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bug#31138: Native json slower than json.el

From: Dmitry Gutov
Subject: bug#31138: Native json slower than json.el
Date: Tue, 23 Apr 2019 14:39:50 +0300
User-agent: Mozilla/5.0 (X11; Linux x86_64; rv:60.0) Gecko/20100101 Thunderbird/60.6.1

On 23.04.2019 13:22, Eli Zaretskii wrote:

Yes, but I'm slightly surprised why you loop from the end of the
string and not from the beginning.

To avoid creating an additional pointer variable.

I don't think it matters, and looping forward is more natural and may
even be slightly faster.

OK. It was mostly a matter of taste for me anyway. (I would be interested in any examples of "slightly faster", though).

I guess that's expected when the strings in JSON are short enough.

Longer strings take a proportional amount of time to encode, though
(only 2x as fast per character, IIRC).

I was talking about decoding.  Assuming that decode_coding_utf_8 has
some setup overhead before it starts the loop of processing the bytes,
that overhead will become less significant with longer strings.  And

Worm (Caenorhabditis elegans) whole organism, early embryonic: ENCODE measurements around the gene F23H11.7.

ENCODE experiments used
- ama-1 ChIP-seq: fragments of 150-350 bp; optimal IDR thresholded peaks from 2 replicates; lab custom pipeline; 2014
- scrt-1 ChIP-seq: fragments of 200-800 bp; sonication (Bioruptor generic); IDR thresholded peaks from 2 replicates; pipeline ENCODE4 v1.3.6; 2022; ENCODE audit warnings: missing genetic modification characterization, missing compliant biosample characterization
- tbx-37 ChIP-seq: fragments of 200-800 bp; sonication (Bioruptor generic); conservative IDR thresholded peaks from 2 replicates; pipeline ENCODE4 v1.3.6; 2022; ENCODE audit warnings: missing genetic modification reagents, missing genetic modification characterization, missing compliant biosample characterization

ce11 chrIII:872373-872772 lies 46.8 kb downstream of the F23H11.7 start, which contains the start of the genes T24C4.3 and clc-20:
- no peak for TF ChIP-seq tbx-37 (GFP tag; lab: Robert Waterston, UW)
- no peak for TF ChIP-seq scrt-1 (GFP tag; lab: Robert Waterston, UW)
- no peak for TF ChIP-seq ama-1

indeed, if I make the strings in large.json be 10K characters (can
this happen in real-life JSONs?),

Everything can happen, but I'm not aware of a particular application.

the speedup from using
make_specified_string for valid UTF-8 input goes down to just 40% for
unoptimized builds and 20% for optimized (see the timing data below).
But it's still faster even for such large strings, so I installed a
variant of what we were discussing.

Thank you.

And for small strings, your numbers seem even more encouraging than mine.

Comparing with json.el shows that we've got 8-fold to ten-fold speedup
in optimized builds.

Here are my timings for the various variants ("large" means with JSON
input where all strings were enlarged to 10K characters):

   variant                       | unoptimized | optimized
   curent master                 |    3.563    |   0.664
   curent master, large          |  174.0      |  43.34
   no validation                 |    0.980    |   0.326
   no validation, large          |  105.1      |  33.13
   coding_system directly        |    2.962    |   0.660
   coding_system directly, large |  173.4      |  43.19
   UTF-8 validation              |    0.980    |   0.334
   UTF-8 validation, large       |  105.9      |  34.36

0.334 vs 0.644, I like that. :-)

In all cases, the times are from 10 benchmark loops, after subtracting
the time used by GC.

I figured we might be saving a bit on GC pauses as well (doing and allocating less stuff), but they are harder to time, of course.

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